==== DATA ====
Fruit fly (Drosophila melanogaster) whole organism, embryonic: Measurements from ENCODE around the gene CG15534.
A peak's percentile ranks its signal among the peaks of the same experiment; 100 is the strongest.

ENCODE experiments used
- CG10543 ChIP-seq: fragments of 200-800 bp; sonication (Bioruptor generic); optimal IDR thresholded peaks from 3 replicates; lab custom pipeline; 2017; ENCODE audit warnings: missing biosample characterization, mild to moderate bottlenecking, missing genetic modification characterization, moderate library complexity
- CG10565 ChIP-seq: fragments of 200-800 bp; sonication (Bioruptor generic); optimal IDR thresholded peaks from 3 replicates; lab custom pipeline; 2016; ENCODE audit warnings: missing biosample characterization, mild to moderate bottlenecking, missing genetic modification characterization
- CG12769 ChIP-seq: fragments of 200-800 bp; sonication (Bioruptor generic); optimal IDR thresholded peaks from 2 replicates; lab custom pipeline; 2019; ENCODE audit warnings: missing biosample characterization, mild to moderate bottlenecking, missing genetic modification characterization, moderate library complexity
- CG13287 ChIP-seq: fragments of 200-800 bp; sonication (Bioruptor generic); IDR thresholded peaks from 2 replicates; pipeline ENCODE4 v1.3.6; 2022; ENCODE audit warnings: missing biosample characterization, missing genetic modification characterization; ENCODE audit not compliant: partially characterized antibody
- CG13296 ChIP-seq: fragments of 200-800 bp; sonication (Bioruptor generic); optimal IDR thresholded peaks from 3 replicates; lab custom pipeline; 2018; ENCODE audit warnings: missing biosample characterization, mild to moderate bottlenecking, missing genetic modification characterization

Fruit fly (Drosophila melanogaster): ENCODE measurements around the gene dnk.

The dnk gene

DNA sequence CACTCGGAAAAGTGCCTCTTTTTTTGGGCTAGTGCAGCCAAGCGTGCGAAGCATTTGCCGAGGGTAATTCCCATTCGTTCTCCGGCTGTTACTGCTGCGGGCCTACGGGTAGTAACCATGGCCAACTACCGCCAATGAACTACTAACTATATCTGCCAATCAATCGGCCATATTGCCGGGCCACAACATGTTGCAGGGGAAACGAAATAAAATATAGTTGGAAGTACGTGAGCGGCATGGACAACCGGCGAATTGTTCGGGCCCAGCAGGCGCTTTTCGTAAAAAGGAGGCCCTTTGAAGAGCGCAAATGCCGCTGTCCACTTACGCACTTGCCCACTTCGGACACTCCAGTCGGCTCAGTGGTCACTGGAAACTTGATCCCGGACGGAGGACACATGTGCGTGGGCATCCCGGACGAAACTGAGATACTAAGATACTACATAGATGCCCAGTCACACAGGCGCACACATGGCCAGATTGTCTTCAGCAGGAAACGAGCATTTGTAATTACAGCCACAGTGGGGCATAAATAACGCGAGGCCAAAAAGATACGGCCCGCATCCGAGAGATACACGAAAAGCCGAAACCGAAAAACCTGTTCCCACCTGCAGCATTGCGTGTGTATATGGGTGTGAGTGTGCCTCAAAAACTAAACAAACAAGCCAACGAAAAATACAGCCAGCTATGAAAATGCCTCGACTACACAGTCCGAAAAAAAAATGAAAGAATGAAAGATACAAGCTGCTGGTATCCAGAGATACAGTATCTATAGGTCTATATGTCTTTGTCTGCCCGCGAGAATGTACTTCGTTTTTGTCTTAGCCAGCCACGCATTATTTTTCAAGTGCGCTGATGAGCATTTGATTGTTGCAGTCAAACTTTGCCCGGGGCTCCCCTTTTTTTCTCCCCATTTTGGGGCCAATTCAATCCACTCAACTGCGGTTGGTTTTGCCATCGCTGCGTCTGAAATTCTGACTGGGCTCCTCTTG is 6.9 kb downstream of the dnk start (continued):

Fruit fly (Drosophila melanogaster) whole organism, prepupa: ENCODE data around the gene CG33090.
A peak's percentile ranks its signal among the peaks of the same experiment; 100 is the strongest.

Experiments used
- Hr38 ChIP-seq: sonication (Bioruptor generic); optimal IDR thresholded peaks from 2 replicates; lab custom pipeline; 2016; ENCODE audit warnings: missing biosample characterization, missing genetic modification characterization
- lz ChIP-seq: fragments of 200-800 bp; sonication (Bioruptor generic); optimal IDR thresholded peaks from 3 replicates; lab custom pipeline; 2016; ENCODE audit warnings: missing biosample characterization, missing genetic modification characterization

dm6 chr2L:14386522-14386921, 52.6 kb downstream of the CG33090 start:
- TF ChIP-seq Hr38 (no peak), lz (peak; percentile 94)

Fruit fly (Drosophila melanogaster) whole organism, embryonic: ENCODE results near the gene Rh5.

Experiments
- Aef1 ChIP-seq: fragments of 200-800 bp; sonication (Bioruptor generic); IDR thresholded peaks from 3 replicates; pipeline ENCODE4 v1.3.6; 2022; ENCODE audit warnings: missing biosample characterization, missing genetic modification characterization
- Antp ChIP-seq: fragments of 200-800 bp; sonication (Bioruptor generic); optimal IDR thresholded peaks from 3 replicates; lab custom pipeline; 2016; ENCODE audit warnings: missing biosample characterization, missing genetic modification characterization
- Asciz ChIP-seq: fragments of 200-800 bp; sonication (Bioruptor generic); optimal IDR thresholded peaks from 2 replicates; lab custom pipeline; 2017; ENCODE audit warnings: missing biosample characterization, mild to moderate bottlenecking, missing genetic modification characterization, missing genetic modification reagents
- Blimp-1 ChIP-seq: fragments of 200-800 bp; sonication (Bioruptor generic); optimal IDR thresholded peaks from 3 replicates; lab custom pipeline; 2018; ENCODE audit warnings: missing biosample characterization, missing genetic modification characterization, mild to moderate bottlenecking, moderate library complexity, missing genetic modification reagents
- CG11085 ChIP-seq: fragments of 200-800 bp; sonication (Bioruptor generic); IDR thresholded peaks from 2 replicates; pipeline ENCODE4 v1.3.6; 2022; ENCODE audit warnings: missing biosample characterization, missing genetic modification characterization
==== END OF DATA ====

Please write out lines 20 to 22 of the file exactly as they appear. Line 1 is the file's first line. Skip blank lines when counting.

Experiments
- Aef1 ChIP-seq: fragments of 200-800 bp; sonication (Bioruptor generic); IDR thresholded peaks from 3 replicates; pipeline ENCODE4 v1.3.6; 2022; ENCODE audit warnings: missing biosample characterization, missing genetic modification characterization
- Antp ChIP-seq: fragments of 200-800 bp; sonication (Bioruptor generic); optimal IDR thresholded peaks from 3 replicates; lab custom pipeline; 2016; ENCODE audit warnings: missing biosample characterization, missing genetic modification characterization